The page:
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Open Hardware/Modding: RISC-V, PIXO Pixel, Arduino

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Linux
Hardware
  • RISC-V gains momentum as it moves from MCUs to Linux-friendly SoCs

    The open source RISC-V ISA has evolved quickly into silicon, thanks to help from companies like SiFive and Microsemi. SiFive’s HiFive Unleashed board should arrive less than two years after SiFive announced its first Linux-driven Freedom SoCs.

    It’s been two years since the open source RISC-V architecture emerged from computer labs at UC Berkeley and elsewhere and began appearing in soft-core implementations designed for FPGAs, and over a year since the first commercial silicon arrived. So far, the focus has primarily been on MCU-like processors, but last October, SiFive announced the first Linux-driven RISC-V SoC with its quad-core, 64-bit bit Freedom U540 (AKA U54-MC Coreplex). A few days ago at FOSDEM, SiFive opened pre-sales for an open source HiFive Unleashed SBC that showcases the U540.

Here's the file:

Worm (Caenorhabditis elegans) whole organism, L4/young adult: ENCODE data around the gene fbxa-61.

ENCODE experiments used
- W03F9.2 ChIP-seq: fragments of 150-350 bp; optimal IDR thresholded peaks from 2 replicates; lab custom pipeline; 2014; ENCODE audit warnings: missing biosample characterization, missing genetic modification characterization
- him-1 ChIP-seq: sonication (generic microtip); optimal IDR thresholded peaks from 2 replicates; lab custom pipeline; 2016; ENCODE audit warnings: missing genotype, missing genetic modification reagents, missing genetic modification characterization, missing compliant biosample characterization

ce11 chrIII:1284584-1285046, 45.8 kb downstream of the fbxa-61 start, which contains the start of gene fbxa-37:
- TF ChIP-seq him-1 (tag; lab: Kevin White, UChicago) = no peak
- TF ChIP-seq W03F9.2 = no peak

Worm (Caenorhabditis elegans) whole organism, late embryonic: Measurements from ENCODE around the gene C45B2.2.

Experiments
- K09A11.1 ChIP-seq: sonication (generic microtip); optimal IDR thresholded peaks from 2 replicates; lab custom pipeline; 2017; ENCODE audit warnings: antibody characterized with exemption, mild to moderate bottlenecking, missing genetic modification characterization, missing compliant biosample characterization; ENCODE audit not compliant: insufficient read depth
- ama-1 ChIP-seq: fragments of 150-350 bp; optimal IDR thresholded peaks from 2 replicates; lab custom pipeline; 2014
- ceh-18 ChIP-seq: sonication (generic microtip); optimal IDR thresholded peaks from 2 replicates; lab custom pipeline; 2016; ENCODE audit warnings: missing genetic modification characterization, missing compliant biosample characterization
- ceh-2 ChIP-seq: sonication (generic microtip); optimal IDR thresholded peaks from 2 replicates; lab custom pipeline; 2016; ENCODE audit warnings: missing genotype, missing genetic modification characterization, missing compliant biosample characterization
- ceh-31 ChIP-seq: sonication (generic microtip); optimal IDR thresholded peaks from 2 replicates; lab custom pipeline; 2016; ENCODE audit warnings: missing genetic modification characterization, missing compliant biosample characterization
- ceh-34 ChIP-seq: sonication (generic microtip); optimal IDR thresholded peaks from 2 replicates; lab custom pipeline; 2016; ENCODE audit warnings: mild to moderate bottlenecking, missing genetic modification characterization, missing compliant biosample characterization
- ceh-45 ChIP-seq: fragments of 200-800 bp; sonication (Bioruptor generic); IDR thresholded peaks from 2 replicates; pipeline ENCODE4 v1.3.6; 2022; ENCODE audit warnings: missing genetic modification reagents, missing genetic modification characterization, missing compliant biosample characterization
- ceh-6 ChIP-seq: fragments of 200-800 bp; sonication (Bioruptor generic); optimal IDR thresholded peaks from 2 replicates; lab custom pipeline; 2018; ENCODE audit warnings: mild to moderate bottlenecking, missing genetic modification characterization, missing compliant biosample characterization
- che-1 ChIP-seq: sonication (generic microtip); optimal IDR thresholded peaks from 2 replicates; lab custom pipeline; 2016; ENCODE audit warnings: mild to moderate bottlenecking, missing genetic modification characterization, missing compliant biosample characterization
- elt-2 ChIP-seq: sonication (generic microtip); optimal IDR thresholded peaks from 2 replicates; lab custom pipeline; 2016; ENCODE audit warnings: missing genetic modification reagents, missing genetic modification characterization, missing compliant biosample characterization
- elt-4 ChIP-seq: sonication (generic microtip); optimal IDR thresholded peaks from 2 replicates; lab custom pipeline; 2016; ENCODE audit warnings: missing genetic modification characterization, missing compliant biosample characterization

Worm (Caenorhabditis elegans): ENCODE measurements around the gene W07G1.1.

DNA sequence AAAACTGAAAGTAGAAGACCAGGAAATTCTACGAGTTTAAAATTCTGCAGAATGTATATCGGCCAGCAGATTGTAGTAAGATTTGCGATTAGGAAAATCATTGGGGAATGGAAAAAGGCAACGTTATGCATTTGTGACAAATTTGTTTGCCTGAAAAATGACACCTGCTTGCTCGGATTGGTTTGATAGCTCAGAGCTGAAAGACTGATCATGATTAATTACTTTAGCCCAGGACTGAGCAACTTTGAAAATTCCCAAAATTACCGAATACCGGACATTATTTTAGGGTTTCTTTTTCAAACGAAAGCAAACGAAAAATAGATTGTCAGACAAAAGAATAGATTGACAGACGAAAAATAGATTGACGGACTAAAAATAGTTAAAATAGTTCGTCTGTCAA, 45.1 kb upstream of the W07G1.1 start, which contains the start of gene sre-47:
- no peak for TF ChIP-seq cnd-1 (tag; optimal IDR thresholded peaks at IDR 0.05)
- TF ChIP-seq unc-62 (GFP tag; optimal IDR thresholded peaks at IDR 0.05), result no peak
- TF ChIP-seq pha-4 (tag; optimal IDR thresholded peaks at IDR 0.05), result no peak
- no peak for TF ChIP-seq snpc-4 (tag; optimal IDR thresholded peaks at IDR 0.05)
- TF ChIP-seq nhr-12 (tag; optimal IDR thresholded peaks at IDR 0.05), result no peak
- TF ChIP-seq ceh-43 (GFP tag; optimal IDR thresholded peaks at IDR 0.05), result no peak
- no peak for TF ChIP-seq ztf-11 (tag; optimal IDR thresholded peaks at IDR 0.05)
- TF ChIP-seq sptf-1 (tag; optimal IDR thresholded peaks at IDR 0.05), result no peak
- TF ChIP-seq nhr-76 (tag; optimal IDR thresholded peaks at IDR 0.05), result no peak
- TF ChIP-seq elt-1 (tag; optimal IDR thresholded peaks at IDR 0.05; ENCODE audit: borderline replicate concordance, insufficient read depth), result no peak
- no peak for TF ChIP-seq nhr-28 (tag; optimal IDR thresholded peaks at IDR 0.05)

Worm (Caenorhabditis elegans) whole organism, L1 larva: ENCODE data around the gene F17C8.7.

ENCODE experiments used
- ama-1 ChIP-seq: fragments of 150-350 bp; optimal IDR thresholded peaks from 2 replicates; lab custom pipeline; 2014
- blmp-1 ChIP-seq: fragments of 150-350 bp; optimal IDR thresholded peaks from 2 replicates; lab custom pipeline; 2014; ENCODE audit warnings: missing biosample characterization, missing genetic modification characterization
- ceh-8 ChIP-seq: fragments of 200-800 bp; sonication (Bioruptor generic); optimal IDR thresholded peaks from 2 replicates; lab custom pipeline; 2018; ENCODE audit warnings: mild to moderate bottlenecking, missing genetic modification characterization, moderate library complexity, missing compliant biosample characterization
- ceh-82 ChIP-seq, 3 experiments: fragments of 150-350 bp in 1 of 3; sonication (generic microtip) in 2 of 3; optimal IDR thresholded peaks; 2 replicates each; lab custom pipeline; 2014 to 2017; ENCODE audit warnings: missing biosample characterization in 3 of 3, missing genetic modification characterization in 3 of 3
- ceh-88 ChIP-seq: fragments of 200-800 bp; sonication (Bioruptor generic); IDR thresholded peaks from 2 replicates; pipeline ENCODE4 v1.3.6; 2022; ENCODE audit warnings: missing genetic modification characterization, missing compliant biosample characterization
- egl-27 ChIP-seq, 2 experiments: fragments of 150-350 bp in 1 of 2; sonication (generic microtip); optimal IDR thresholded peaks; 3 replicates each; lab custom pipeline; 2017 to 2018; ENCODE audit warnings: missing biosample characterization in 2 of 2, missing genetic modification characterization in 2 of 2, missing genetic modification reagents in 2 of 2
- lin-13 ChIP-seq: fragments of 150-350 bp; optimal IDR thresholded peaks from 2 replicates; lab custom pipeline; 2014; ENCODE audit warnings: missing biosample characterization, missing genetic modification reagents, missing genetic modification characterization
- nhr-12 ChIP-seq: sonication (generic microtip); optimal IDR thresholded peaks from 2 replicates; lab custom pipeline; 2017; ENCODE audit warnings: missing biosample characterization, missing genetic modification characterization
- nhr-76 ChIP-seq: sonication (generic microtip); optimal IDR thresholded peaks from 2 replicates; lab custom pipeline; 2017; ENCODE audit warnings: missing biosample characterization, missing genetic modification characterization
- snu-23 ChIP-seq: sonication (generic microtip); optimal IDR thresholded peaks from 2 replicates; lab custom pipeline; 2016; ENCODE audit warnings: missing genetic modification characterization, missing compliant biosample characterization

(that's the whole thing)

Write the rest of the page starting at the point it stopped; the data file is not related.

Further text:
• SiFive releases Linux SoC processor and board

    SiFive Inc. (San Mateo, Calif.), a startup that is offering processor cores that comply with the RISC-V open source architecture, has launched a Linux-capable RISC-V based processor chip, the Freedom U540 SoC.

  • Chip Embarks As First Linux-Capable RISC-V Based SoC

    SiFive launches what it calls the industry's first Linux-capable RISC-V based processor SoC. The company recently demonstrated the first real-world use of the HiFive Unleashed board featuring the Freedom U540 SoC, based on its U54-MC Core IP. During the demo, SiFive provided updates on the RISC-V Linux effort, surprising attendees with an announcement that the presentation had been run on the HiFive Unleashed development board. With the availability of the HiFive Unleashed board and Freedom U540 SoC, SiFive has brought to market the first multicore RISC-V chip designed for commercialization, and now offers the industry's widest array of RISC-V based Core IP.

  • PIXO Pixel - Open Source LED Display for Makers

    Sean Hodgins is an inventor and maker interested in purposing current technologies in new and different ways. He’s currently running a crowdfunding campaign on Kickstarter for the PIXO Pixel, an open source RGB display that controls 256 LEDs.

  • AFRL, NextFlex leverage open-source community to create flexible circuit system

    Lightweight, low-cost and flexible electronic systems are the key to next-generation smart technologies for military as well as consumer and commercial applications.